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Ghana Country Programme Evaluation National Roundtable Workshop 2 November 2011 - Accra, Ghana 1 Independent Office of Evaluation.

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Presentation on theme: "Ghana Country Programme Evaluation National Roundtable Workshop 2 November 2011 - Accra, Ghana 1 Independent Office of Evaluation."— Presentation transcript:

1 Ghana Country Programme Evaluation National Roundtable Workshop 2 November 2011 - Accra, Ghana 1 Independent Office of Evaluation

2 Ghana Country Programme Evaluation Covers 13 years of strategy and operations (COSOP 1998, 2006), 6 projects and 9 technical assistance grants Triangulates from multiple sources:  Comprehensive desk review (including past evaluations);  Field visits of projects and selected grants  Interviews with stakeholders  Thematic roundtable discussions (rural finance, agricultural value chains) 2

3 Three levels of analysis Performance of the portfolio (project-level analysis) Performance of non-lending activities (knowledge management, partnerships, policy dialogue) Performance of the COSOP (strategy) 3 Overall Partnership Performance

4 Total projects :16 (since 1980) Total cost:US$ 675 m IFAD lending:US$ 225 m h.c. loans (33%) Gov. funding:US$ 162 m (24%) Co-financingUS$ 288 m (43%) 4 IFAD- Ghana Cooperation Highlights

5 5 Real GDP per capita in Ghana (1972-2010) constant 2000 US$ Source: WB 2011

6 6 Prevalence of Poverty (%)

7 Evolution of IFAD’s strategy COSOP 1998 - Geographic concentration on regions in Northern Ghana - Sub-sectors: irrigation, rural finance, agricultural technology transfer, support to decentralisation COSOP 2006 - Shift towards country-wide mono-sectoral programmes (  phasing out of Upper West) - Same subsectors + new focus on value chain development Other important changes IFAD Direct supervision since 2008 IFAD Country presence since 2011 7

8 Portfolio Performance – Overview Overall positive and improving Relevant project objectives, some design flaws Effectiveness varies within and between projects Weak efficiency Impact is mixed: strong on institution and social capital, variable for income & assets; environmental risks Sustainability is improving Innovations introduced but piloting not sufficient. 8

9 Portfolio performance - Rural Finance Relevant and effective at institutional level (regulatory environment, rural banks, credit unions, apexes) Less so at adapting financial products to rural poor clients Introduced “matching grants” as smart subsidies (loan + equity + ma. grant) ; lack of clarity over implementation Contributed to national policy on microfinance (but subsidised credit programmes continue) 9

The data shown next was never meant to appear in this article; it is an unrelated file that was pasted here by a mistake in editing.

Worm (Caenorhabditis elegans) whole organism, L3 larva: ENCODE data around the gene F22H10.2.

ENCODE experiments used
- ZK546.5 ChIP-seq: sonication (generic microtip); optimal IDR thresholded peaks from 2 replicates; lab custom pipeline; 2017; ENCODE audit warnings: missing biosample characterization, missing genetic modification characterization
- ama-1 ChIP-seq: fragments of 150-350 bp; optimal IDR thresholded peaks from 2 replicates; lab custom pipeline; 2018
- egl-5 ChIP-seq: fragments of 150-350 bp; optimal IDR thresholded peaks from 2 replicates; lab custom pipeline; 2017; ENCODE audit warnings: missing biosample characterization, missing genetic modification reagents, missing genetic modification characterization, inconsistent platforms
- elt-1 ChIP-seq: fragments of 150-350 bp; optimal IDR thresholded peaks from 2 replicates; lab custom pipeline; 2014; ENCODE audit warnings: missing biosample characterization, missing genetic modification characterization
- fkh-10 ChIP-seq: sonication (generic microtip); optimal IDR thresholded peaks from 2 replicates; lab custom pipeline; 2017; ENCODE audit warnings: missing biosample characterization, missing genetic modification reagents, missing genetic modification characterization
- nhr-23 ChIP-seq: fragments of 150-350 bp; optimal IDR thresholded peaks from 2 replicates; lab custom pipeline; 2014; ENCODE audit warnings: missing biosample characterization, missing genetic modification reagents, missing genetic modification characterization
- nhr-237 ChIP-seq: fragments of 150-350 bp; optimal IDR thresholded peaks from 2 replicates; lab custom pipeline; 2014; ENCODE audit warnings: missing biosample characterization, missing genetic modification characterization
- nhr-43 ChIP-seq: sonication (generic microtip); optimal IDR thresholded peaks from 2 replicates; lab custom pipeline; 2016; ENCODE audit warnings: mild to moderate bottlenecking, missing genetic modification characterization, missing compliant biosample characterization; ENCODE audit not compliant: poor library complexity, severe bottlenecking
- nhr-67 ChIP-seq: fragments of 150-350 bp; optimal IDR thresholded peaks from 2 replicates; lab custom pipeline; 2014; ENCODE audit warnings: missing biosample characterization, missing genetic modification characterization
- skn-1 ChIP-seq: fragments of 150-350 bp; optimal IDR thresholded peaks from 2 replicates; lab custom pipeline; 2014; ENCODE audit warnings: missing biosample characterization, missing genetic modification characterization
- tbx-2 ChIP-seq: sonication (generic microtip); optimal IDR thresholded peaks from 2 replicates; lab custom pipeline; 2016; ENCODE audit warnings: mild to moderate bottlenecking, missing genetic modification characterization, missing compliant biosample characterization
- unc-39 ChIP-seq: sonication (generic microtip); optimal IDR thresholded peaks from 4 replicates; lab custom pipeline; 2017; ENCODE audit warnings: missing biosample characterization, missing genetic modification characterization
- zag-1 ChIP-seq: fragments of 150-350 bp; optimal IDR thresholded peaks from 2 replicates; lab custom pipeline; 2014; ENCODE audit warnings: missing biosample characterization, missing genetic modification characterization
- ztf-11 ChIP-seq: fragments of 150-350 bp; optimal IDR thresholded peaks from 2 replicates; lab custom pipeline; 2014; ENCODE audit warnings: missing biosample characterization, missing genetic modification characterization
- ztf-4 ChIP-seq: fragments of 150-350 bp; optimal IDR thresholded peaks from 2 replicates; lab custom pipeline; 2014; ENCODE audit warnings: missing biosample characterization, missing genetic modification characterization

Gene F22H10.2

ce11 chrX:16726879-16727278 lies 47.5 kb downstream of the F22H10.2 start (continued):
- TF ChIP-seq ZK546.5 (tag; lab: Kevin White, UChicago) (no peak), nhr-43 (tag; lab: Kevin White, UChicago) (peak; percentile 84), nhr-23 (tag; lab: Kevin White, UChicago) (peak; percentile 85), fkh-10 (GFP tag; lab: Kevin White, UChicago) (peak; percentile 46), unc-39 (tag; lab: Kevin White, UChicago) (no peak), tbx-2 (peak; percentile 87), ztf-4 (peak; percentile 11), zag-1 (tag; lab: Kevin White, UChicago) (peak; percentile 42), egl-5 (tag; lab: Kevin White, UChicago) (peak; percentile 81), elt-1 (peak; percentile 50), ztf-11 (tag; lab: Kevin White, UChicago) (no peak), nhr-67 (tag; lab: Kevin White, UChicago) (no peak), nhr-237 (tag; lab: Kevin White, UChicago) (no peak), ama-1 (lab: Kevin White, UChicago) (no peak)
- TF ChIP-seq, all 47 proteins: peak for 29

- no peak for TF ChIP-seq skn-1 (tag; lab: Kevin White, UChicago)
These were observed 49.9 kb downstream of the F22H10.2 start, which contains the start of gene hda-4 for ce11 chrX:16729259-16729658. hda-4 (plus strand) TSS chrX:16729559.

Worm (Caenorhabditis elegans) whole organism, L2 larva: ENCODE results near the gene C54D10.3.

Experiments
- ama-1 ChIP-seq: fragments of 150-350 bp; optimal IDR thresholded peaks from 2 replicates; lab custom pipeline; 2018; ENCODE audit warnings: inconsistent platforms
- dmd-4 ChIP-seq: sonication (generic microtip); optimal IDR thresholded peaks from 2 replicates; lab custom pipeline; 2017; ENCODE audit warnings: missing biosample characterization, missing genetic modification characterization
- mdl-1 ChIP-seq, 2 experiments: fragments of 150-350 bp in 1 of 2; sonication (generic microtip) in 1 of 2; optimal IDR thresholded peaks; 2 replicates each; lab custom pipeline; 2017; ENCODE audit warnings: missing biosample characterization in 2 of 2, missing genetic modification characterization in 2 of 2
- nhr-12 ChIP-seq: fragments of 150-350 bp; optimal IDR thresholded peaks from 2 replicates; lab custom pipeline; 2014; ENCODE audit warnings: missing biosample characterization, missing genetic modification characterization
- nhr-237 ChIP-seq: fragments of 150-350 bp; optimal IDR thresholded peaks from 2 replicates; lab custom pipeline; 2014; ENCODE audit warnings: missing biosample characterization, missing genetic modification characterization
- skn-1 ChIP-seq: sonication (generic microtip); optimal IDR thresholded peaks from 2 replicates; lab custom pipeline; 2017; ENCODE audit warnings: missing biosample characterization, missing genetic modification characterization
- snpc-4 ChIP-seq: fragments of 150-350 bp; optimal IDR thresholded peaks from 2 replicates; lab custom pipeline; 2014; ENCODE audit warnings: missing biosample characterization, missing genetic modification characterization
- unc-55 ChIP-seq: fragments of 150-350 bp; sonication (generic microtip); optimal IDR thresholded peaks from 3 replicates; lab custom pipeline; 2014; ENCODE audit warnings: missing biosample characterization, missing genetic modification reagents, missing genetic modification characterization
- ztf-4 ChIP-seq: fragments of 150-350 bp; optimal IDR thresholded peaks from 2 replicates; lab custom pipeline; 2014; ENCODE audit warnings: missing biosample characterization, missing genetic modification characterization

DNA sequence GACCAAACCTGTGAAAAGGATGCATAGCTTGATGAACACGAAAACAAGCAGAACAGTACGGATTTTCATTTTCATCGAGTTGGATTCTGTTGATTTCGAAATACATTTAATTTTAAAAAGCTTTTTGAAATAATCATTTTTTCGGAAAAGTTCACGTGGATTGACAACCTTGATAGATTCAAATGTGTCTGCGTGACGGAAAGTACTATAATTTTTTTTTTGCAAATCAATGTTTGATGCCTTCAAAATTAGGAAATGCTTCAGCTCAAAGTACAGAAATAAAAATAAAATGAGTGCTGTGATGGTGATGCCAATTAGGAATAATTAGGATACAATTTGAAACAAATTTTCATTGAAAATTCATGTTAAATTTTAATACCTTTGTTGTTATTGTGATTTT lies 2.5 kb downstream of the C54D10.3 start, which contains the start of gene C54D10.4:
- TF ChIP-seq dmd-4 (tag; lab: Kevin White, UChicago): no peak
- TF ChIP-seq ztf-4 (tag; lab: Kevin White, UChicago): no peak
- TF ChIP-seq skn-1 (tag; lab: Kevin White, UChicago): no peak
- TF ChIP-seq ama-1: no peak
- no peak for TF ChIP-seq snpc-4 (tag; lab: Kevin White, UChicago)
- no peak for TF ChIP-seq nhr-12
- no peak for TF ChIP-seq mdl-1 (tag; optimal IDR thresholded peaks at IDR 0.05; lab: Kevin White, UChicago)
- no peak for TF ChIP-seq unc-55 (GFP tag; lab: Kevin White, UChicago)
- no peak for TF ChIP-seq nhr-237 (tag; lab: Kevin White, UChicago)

10 Portfolio performance - Rural Enterprises Business Assistance Centres imparted basic entrepreneurial skills, contributing to growth of micro and small enterprises Rural Technology Facilities strengthened apprenticeship systems, less clear results in technology dissemination Facilitated coordination and public-private partnership in MSE development at district level (legislative initiatives) 10

11 Portfolio performance - Local Government and Community Development Focused on very poor groups, supporting district-level participatory planning Design too optimistic: (i) unclear policy framework (ii) IFAD not supported by experienced development partners; (iii) funding gap  Slow implementation and sustainability threats 11

12 Portfolio performance - Agricultural development Effective at supporting production : (i) higher-yield roots and tubers; (ii) participatory extension approaches (farmers field fora) Value chain support: relevant but difficult to implement. Weak business analysis, unclear mutual obligations in private-public partnerships  Upgrading processing for existing value chains (roots & tubers);  Development of new value chains is challenging (e.g. vegetables) 12

13 “Non-lending” activities Policy dialogue: significant in rural enterprise; rural finance. Matching grants have potential. Limited in other sub-sectors Partnerships strong with Government at national level, growing at local level.  In rural finance, gap with multilateral agencies  Value chain: increasing with private sector, but review of risks and constraints not sufficient Knowledge management is weaker area: poor M&E, impact assessment. Promising “intuitions” in COSOP and project formulation not always supported by technical analysis 13

14 COSOP performance Relevance. Shift of focus between 1998 and 2006 COSOP from geographic targeting to broad-based growth with limited analysis of implications and constraints Effectiveness. Strongest results in rural finance and rural enterprises at institutional level  Mixed results in the North  Value chains: valid concept, early implementation stage, questions on approaches Management issues. Country office established in 2011. M&E has not received enough attention 14

15 General Assessment Performance of the portfolio Moderately Satisfactory: 4 COSOP performance Moderately Satisfactory: 4 15 Rating scale: 1 = highly unsatisfactory; 2 = unsatisfactory; 3 = moderately unsatisfactory; 4 = moderately satisfactory; 5 = satisfactory; 6 = highly satisfactory Overall Partnership Performance Moderately Satisfactory: 4 Non-lending activities Moderately Satisfactory: 4

16 Main Recommendations Strengthen analytical work in COSOP preparation and project design Continue sub-sectoral programmes but increase focus on Upper West More emphasis on testing and scaling up innovations: (i) rural finance and matching grants; (ii) savings and credit products adapted to the poor Value chains. Review successful regional experiences, explore opportunities to cooperate with other initiatives Support national M&E systems in partnership with national and international social science research institutions 16

17 THE END Thank you for your attention 17

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